My warm congratulations to all those young people who last week celebrated examination results, and also to the teachers who have worked so hard to educate them during a time of tumultuous change. This year has been the first in which a raft of new examinations has been taken, at both A level and GCSE. New specifications and new requirements always throw up challenges for teachers and school leaders.
Even without these changes, the publication of exam results is a tense time. Not only do the hopes and expectations of a large number of young people rest on them, but also those of schools. No sooner are the cheers and words of praise out of our lips than the post-mortem begins as we dissect what went well, what could have gone better, and what we need to do to achieve even more next time.
In education, to stand still is to go backwards, and now is the time to look to the future. So what can we learn from this year’s results?
Results can be affected by political decisions, both in a positive and negative manner. In this year’s GCSEs, the science A*-C results fell by nearly seven per cent. Of itself and without any rational explanation, this would be very worrying. But the truth is that we expected some turbulence. Why?
In 2014, the Minister for Education and Skills announced changes to the main performance measures for schools, most of which were welcomed. This included an expectation that all students would achieve two GCSE passes in science, and that these could not include the vocational equivalent (i.e. BTEC). The result of this announcement is that 4,400 more students took GCSE science this year - a 22.5 per cent increase on 2015.
Bigger changes still are afoot. Next summer will see the first examinations in the new mathematics courses, with students in Wales taking exams in two mathematics subjects: ‘numeracy’ and ‘mathematical techniques’. What impact will this change have on overall results? Changes have also been taking place in English and Welsh (First Language). For many schools, the emphasis on language has meant a reduction in entries of the literature paper. Will this trend continue?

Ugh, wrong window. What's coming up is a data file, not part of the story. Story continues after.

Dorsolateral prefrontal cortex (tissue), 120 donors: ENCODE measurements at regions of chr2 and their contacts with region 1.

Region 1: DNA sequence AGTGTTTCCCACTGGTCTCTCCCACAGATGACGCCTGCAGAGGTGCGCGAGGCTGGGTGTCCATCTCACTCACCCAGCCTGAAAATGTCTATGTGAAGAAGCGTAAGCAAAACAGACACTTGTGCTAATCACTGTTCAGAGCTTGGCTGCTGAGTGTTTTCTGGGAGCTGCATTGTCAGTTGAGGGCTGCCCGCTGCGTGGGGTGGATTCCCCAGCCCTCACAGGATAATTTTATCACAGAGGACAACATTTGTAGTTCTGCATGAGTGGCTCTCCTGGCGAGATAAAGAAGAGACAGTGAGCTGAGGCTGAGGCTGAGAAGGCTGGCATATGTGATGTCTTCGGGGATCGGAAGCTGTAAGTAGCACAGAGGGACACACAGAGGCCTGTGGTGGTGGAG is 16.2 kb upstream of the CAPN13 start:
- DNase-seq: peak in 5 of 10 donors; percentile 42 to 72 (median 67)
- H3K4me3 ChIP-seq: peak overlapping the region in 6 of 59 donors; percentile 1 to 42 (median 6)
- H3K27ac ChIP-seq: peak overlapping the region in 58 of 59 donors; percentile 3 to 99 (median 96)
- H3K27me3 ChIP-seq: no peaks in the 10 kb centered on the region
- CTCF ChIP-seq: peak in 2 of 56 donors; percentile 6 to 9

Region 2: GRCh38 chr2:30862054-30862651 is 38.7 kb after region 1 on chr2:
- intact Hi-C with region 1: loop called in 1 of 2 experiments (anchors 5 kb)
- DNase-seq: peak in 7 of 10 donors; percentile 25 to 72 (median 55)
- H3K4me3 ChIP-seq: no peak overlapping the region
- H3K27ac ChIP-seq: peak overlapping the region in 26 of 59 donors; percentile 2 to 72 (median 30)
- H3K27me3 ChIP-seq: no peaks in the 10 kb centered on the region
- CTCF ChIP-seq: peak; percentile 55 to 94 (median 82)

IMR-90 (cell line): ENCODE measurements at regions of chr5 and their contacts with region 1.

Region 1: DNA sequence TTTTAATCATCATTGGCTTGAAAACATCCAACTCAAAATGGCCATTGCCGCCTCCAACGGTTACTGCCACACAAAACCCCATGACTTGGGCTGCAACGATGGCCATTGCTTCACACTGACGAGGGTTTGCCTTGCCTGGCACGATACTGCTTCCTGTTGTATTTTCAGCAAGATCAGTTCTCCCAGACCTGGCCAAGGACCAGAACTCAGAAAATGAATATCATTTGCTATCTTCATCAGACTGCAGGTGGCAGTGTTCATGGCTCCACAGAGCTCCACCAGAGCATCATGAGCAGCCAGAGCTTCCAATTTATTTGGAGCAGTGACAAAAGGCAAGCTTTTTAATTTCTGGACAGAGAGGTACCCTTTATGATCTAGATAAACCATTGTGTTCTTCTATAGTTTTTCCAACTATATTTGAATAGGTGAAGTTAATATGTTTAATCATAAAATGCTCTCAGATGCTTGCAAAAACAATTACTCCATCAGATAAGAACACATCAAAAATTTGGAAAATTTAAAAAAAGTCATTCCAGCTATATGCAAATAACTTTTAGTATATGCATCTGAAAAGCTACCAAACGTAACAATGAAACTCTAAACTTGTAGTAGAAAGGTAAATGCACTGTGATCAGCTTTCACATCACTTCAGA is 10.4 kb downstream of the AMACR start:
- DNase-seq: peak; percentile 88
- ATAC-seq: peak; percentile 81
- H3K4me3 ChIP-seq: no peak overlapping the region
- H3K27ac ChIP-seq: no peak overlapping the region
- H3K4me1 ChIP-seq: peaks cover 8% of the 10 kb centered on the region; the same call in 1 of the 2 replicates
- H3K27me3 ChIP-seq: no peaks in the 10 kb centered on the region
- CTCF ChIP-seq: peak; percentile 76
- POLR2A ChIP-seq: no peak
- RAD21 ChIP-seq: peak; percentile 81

Curriculum comes first
However, I think there is much to be optimistic about. Professor Donaldson’s wide-ranging and powerful review of the curriculum is a huge opportunity for the education system in Wales. While some may feel that qualification reform is rubbing up uncomfortably against the Donaldson vision, it is clearly the case that we have a curriculum framework in Wales that should be the envy of the world. It is a framework that provides the intellectual and ethical grounds for moving away from a mechanistic view of the curriculum as a narrow set of subjects driven by qualification reform.
In Wales we aspire to an education system in which curriculum, as the sum of learning experiences in pursuit of the agreed purposes of education, comes first.
ASCL’s Blueprint for a Self-Improving System in Wales articulates a vision for our education system. Set in 2020, this vision looks back to the present day:
"Curriculum and qualification reform begun back in 2015, has been strongly focused on the four purposes of the curriculum:
• Children and young people who are ambitious, capable learners who are ready to learn throughout their lives.
• Enterprising, creative contributors who are ready to play a full part in life and work.
• Ethical, informed citizens who are ready to be citizens of Wales and the world.
• Healthy, confident individuals who are ready to lead fulfilling lives as valued members of society.
In this way, assessment and qualification reform have appropriately followed the curriculum and the outcomes Wales is seeking in an educated 19-year old."
Let’s work together to make this vision a reality.